Would the US economy really enjoy the situation where an entire generation was suddenly enslaved in mortgaged indenture to the record labels?
If each individual can confess and be fully liable (specifically with no out-of-court settlement possible) for 100 tunes x $150,000, that's $15m per head, can the US GDP take a hit of $15 trillion and see it end up in the labels' pockets?
The whole point of this exercise would be to call the law's bluff.
The people effectively say "If we're all such criminals, then rather than see 500 of our number hung drawn and quatered every 6 months as a lesson to cow the rest of us, we will stand united - prosecute us all or change the law!".
In some ways the RIAA is stabbing the unsightly nose of the US with a toothpick as if to demand it be less obnoxious. It's time the nose turned and said "Get your bloody knife out and cut us off once and for all, or quit poking and accept us".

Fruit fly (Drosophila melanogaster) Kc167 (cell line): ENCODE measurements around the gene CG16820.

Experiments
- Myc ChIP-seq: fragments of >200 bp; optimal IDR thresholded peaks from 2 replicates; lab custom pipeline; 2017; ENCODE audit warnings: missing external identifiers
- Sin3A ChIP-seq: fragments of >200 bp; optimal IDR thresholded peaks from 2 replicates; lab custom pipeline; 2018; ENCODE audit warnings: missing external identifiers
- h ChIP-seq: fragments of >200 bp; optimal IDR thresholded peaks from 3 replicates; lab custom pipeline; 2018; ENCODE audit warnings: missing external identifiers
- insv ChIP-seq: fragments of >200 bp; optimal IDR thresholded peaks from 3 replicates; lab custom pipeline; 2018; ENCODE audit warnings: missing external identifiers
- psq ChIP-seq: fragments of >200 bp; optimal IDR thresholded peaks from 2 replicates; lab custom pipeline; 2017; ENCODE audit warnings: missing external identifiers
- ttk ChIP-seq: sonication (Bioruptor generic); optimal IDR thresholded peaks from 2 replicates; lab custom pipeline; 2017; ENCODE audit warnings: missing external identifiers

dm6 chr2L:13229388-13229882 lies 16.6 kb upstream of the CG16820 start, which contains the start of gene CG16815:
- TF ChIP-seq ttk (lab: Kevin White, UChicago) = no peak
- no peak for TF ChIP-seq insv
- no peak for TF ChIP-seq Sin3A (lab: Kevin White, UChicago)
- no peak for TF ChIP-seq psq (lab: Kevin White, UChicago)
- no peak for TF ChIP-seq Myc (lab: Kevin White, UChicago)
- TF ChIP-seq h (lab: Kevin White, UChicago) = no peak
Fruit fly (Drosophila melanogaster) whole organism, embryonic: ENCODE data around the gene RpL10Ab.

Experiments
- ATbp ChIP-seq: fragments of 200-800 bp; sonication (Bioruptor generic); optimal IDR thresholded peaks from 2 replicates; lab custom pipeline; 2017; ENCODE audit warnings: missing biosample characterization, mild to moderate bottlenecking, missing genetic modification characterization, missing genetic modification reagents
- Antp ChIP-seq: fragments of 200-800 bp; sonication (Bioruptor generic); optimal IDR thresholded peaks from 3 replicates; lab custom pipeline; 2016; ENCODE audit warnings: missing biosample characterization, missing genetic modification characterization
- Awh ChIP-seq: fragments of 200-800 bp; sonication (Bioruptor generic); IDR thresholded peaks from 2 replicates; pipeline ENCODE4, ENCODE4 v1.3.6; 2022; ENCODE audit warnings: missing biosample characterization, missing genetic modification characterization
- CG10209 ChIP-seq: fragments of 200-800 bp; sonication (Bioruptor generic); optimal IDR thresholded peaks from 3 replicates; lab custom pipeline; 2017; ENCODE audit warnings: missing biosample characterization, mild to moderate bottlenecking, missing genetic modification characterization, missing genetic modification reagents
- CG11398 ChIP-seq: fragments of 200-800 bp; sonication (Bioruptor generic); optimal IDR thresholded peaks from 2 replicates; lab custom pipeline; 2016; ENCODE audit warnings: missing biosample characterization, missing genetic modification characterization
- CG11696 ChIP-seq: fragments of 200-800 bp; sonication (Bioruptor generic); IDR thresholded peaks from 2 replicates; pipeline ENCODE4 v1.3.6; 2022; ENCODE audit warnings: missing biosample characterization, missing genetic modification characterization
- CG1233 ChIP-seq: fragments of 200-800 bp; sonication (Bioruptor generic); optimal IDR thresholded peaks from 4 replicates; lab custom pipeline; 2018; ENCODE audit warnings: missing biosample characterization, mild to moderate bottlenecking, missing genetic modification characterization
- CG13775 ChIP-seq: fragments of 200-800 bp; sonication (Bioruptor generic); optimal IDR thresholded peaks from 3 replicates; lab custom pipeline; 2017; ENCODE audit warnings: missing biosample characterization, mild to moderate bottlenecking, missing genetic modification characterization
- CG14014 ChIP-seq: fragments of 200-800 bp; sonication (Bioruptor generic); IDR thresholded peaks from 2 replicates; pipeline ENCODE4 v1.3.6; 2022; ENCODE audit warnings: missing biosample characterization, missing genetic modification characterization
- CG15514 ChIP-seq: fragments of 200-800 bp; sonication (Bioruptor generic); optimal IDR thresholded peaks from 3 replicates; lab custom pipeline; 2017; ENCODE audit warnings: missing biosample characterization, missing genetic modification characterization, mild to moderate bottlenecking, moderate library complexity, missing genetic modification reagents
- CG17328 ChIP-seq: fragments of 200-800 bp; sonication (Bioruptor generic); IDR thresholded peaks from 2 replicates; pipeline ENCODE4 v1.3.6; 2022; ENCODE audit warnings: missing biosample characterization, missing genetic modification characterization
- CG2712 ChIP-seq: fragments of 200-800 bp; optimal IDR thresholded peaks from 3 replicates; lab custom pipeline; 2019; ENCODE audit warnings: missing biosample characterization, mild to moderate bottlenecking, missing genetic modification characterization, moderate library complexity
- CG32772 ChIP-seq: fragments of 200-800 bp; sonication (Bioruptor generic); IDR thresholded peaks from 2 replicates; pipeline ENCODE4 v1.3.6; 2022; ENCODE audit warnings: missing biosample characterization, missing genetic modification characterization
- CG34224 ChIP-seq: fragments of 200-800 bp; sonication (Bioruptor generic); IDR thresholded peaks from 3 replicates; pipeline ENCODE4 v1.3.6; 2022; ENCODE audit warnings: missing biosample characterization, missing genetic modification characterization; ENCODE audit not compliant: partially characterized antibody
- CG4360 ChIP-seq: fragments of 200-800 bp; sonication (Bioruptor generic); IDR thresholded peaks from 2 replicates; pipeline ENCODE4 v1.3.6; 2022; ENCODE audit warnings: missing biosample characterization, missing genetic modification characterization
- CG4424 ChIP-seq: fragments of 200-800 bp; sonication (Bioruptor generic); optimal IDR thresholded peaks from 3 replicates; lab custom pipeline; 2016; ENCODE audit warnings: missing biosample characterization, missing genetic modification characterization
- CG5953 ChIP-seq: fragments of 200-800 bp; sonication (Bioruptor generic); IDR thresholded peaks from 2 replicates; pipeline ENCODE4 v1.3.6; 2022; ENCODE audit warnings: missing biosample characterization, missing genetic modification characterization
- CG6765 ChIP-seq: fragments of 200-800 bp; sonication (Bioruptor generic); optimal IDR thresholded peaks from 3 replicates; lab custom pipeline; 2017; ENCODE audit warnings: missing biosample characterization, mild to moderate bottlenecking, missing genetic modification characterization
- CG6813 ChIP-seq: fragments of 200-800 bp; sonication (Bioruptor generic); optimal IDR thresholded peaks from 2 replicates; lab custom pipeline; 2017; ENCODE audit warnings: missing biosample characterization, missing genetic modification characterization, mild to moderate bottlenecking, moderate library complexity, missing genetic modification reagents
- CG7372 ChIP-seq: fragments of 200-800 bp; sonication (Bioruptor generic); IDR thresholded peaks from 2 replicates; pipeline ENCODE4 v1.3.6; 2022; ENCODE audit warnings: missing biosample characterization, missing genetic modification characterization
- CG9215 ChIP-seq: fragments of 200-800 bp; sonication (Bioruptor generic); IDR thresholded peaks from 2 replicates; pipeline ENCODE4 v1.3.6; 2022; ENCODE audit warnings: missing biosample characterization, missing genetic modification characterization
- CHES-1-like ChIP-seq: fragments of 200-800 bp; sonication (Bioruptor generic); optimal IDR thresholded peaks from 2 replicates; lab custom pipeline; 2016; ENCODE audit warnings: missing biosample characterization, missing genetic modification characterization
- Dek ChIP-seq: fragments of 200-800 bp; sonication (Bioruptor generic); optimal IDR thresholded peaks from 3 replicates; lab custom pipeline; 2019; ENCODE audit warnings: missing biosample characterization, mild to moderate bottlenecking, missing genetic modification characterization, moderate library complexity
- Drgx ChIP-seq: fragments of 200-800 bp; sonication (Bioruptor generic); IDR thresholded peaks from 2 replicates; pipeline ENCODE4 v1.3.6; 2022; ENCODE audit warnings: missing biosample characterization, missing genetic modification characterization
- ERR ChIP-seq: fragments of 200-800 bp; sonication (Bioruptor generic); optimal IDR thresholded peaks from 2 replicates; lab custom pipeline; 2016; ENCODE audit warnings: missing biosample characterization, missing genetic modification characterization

One hopes the US government would quickly grab the RIAA's knife the moment it realised it was about to become permanently disfigured and a laughing stock of the world.
The law is created by the people for the people. The quickest way the people can get an unjust law changed is if they unite in being subject to it. Lobbying by interested parties or victims with deeper pockets will take a long time to obtain change.
All you need is a carefully worded affidavit (or whatever) that remains invalid until it has at least a million signatures - ideally something that can be signed online. Each confessor is equally liable for the full penalty ($15m each) or nothing at all. 100 copyrighted files can also be provided via BitTorrent just to ensure each individual's culpability.
This strategy might just help prevent another 500 families from being financially wrecked.
What do you reckon?"